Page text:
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Building a Trauma-Informed Pediatric Practice

Pediatricians already understand a lot about trauma-informed care. However, we can all hone more specific knowledge and skills in asking about and identifying trauma, screening, engaging parents and children around difficult topics, educating families about trauma and its impact, and providing responsive care that promotes safe, stable, nurturing caregiving to foster attachment and build child and family resilience and promote healing.

Doctor treating sick child

Trauma-informed care should be a universal approach to patient care and not reserved just for those whom we suspect or know have experienced trauma. TIC is resilience informed relationship-based care—that creates a sense of safety for children and families and builds trust and a partnership with families. While we do much of this work as pediatricians every day in our office, TIC provides a framework through which we come to understand family and child strengths, the context of their lives, identify trauma and its impact. and tailor our response to meet those needs and promote healing.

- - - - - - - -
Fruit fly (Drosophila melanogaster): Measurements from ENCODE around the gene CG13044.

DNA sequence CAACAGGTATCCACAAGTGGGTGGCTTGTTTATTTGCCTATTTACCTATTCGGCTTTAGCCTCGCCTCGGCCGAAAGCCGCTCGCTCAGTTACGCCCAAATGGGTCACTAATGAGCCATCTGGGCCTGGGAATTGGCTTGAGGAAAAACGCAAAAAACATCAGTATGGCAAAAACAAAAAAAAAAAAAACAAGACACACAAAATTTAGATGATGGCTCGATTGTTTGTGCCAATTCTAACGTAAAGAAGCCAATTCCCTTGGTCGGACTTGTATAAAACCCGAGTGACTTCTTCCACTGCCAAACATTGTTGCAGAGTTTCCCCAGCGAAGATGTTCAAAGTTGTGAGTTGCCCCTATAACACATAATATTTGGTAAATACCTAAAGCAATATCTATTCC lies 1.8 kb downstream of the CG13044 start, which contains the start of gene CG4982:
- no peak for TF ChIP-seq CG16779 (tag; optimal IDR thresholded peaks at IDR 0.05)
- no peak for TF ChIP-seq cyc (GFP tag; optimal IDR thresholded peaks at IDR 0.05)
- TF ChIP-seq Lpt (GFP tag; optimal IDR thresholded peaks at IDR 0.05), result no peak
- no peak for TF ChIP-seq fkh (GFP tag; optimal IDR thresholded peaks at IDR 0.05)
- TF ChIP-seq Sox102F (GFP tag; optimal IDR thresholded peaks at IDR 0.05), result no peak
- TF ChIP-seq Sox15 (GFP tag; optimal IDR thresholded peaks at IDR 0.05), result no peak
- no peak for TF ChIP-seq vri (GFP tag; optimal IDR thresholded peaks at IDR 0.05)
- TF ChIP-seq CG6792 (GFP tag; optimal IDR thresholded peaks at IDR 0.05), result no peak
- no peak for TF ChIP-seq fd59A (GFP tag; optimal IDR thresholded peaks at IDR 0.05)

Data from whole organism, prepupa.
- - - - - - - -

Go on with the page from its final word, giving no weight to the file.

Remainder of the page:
Becoming trauma-informed requires gaining some knowledge about the physiology of trauma, resilience, attachment, engagement and trauma-responsive care and then implementing what we have learned in practice. It cannot occur in isolation though.

TIC needs to occur in an organization that is itself trauma-informed and provides a psychologically safe environment for employees and consumers of care. Employees and parents serve in an advisory capacity at all levels of the organization. A TI-organization is invested in education of all leadership, provider and staff members and the development of a trauma-informed workforce. Policies, procedures and financing are aligned with and support family-centered team-based medical home care. The organization has a network of providers and referral resources through which it can support family needs.

Through an implementation project with five practices across the country, we have found that there are some simple things have come up as good ways to start building a trauma-informed practice:

1. Educating All Providers, Staff, and Leadership About:

  • ACEs, toxic stress and the physiology of trauma;

  • patient and parent engagement;

  • safe stable nurturing caregiving; and,

  • attachment and resilience promotion.